Conservatives say grassroots support building for ObamaCare shutdown

House conservatives say grassroots support is building for their effort to risk a government shutdown to defund ObamaCare.

Conservatives who back the strategy said their spines have been stiffened by support at town-hall meetings.

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“I have not heard, 'Don’t shut down the government over ObamaCare,'” Rep. Marlin Stutzman (R-Ind.) said, referring to meetings with his constituents over the recess. “I have heard, 'This law is not ready for primetime, and we need to do anything we can to stop it.'” Rep. Michael Burgess (R-Texas) has held six events in his north Texas district so far in August and is leaning toward backing the shutdown threat.

He also said the federal government’s move this month to subsidize health insurance for lawmakers and staff required to enter ObamaCare’s exchanges is acting as an “accelerant” and “driving people into a froth” about shutting the government down over ObamaCare funding. 



“I'm hearing a lot of anger that is right beneath the surface, ready to erupt,” Burgess said. At one town hall, Burgess said support for the defunding threat was "virtually unanimous" when he asked for a show of hands. 



Republicans opposed to the effort believe President Obama and Senate Democrats will never agree to a bill that funds the government, but not the healthcare law. They warn their party would walk into a trap by adopting the strategy, and that Republicans will be blamed for a shutdown.

But even some of these Republicans acknowledge their constituents are telling them to go all out in defunding ObamaCare.

“I’m getting quite a bit about having a shutdown over ObamaCare. I disagree with that,” said Rep. Tom Cole (R-Okla), who described his town halls as “challenging.”



GOP leaders have not said whether they would cut funding for ObamaCare as part of a continuing resolution to keep the government operating. Without a new government funding bill, a shutdown will occur on Oct. 1.

Congress will have only nine legislative days to act when lawmakers return from recess before the fiscal year runs out on Sept. 30.

Since there is no expectation that 12 annual appropriations bills will be passed by then, a stopgap funding measure is likely.

Stutzman said the goal is not to shut down the government, but that the House version of a continuing resolution (CR) should at least contain the defunding provision.



Battle lines within the GOP over the strategy have been evident for weeks.

Before the recess began, Rep. Mark Meadows (R-N.C.) gathered 66 GOP signatures on a letter urging GOP leaders to demand that ObamaCare be defunded in the context of any 2014 funding bill.

Rep. Steve Stockman (R-Texas) wants to go even further. His resolution demands that language defunding ObamaCare be attached to any continuing resolution to fund the government. On Wednesday, his office sent an email to other members seeking support.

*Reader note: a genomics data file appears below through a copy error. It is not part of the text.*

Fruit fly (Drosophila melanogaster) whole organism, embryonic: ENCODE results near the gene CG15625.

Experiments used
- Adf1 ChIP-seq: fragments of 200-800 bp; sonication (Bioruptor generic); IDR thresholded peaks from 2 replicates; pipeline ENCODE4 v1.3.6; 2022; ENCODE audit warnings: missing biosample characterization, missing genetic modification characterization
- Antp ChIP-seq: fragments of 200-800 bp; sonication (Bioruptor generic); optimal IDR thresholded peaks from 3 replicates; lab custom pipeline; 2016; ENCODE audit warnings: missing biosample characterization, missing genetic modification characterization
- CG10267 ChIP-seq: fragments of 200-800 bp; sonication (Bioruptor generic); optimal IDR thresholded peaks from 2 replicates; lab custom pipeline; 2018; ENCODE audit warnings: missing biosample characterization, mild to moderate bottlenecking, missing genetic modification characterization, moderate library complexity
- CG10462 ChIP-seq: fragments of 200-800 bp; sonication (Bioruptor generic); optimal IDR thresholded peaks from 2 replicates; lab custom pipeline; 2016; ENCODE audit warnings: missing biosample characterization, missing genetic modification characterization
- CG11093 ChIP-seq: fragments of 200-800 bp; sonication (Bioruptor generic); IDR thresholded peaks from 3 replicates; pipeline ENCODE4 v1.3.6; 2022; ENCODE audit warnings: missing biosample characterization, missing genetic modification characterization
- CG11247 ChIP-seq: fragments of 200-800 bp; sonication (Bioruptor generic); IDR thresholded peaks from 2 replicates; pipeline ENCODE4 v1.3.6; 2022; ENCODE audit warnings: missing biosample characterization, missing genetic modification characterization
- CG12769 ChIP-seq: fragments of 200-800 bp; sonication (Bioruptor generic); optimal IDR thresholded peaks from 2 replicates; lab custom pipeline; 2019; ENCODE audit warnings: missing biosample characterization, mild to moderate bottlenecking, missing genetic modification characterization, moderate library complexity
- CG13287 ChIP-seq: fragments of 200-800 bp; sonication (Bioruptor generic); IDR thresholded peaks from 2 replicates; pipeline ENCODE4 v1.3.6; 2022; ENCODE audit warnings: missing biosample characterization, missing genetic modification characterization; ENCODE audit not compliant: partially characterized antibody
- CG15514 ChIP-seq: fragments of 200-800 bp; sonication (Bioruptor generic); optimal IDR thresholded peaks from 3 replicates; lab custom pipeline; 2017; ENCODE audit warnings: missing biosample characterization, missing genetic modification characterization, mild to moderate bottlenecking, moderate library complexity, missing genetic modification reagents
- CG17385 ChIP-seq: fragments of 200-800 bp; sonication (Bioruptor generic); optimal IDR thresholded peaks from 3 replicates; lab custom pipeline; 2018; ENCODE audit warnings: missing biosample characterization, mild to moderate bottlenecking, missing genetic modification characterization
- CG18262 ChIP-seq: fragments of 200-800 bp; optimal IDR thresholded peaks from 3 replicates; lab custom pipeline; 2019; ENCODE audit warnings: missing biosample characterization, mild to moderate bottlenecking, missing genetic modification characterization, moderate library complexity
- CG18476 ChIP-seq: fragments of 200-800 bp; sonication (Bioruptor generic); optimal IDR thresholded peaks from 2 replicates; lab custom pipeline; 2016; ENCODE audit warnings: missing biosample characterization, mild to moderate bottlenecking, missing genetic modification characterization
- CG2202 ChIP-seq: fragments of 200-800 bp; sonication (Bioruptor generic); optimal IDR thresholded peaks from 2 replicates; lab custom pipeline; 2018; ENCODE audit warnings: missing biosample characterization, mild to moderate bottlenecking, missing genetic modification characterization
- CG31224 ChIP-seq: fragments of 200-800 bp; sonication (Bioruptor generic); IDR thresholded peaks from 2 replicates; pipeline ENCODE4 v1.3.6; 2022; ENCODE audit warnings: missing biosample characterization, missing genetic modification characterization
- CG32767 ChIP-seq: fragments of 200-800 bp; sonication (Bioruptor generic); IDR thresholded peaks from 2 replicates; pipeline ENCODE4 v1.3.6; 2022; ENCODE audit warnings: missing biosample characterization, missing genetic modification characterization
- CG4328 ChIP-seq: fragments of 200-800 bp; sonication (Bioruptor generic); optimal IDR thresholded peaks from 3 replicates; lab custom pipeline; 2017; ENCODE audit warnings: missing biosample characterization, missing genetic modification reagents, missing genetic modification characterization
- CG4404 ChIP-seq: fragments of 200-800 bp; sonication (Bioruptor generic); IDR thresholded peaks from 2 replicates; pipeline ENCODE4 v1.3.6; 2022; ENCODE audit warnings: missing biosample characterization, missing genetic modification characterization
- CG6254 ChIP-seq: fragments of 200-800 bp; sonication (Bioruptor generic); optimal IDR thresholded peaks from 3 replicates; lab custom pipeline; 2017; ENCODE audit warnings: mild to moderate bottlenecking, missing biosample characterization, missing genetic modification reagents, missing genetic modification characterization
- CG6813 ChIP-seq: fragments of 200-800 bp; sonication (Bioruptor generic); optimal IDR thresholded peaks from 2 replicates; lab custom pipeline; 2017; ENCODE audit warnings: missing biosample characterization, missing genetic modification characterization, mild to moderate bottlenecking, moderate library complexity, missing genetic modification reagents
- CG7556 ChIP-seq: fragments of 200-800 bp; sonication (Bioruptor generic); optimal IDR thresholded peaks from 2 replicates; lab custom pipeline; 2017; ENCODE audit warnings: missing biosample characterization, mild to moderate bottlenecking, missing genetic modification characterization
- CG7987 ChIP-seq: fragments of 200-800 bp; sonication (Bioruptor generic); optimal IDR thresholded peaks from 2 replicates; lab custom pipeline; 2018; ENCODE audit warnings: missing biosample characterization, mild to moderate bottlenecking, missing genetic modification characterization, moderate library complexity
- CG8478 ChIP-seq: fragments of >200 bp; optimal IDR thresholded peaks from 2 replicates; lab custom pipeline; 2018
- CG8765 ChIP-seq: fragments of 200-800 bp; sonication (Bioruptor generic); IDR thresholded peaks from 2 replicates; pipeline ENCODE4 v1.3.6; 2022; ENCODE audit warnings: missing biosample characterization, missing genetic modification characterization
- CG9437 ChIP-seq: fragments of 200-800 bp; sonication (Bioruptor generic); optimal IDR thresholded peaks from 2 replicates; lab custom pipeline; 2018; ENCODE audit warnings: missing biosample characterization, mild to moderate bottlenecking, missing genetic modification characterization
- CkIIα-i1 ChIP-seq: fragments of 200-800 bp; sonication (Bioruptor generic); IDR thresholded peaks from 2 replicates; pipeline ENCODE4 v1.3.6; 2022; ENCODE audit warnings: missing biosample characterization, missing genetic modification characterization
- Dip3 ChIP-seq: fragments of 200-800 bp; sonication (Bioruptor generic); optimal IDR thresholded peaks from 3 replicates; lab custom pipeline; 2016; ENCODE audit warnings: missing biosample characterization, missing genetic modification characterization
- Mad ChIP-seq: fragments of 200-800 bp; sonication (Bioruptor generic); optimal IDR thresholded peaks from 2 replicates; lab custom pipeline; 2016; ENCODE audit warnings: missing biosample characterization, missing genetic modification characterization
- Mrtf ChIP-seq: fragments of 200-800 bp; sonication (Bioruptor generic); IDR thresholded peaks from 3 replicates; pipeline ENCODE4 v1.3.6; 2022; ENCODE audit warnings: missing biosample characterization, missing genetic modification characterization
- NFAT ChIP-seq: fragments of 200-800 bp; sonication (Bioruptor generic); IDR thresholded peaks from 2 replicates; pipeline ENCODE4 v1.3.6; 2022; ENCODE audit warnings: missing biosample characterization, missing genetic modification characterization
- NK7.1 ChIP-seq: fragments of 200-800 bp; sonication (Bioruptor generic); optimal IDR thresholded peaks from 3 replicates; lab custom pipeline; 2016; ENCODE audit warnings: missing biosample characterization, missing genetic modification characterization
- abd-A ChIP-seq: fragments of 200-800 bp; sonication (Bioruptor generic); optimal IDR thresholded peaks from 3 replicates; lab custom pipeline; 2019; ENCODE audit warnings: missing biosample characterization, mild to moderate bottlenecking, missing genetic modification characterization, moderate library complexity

Conservative groups, such as Heritage Action and Freedomworks, have mobilized activists to press members to support the defunding effort.



Rep. Tim Huelskamp (R-Kan.), who lost his committee assignments for bucking GOP leaders, argues that anyone in leadership who thinks the shutdown push is losing momentum is misinformed.

“They like to encircle themselves with people who tend to agree with them,” Huelskamp said of GOP leaders. 



“If they allow the vote, I can’t imagine any Republican before the primary season not voting to defund ObamaCare,” he said. 



Several other Republicans contacted by The Hill said they’ve heard from constituents demanding that they push to defund ObamaCare.

Rep. Tom McClintock’s (R-Calif.) office, for example, confirmed Thursday that he has now made it clear to constituents that he won’t vote for any temporary funding bill that does not defund ObamaCare.



But not all members are embracing the idea despite heated rhetoric back home.

Rep. Steve Womack (R-Ark.) said at his town-hall meeting he “made it abundantly clear that I am adamantly opposed to the Affordable Care Act … but I am not one who believes in shutting the government down.”

Womack said that he has told constituents that allowing the law to take effect could demonstrate its unpopularity and could help shift the Senate into GOP hands, making way for an eventual repeal. 



Cole, whose district relies on military funding, said he shares the goal of ending ObamaCare, but he argues a shutdown would backfire.
 And he said there is plenty of opposition in GOP circles to the idea. For example, he said local Chamber of Commerce members are more opposed to a shutdown strategy than some town-hall participants. 


One veteran lawmaker who has held several town-hall meetings said GOP leaders haven’t handled the fight well over defunding ObamaCare.

Instead of saying no decisions had been made, he said GOP leaders should have sought to squash the effort.

They “haven't had one of them, in a visible way, who's taken a stand and said, 'This is stupid,'” the lawmaker said.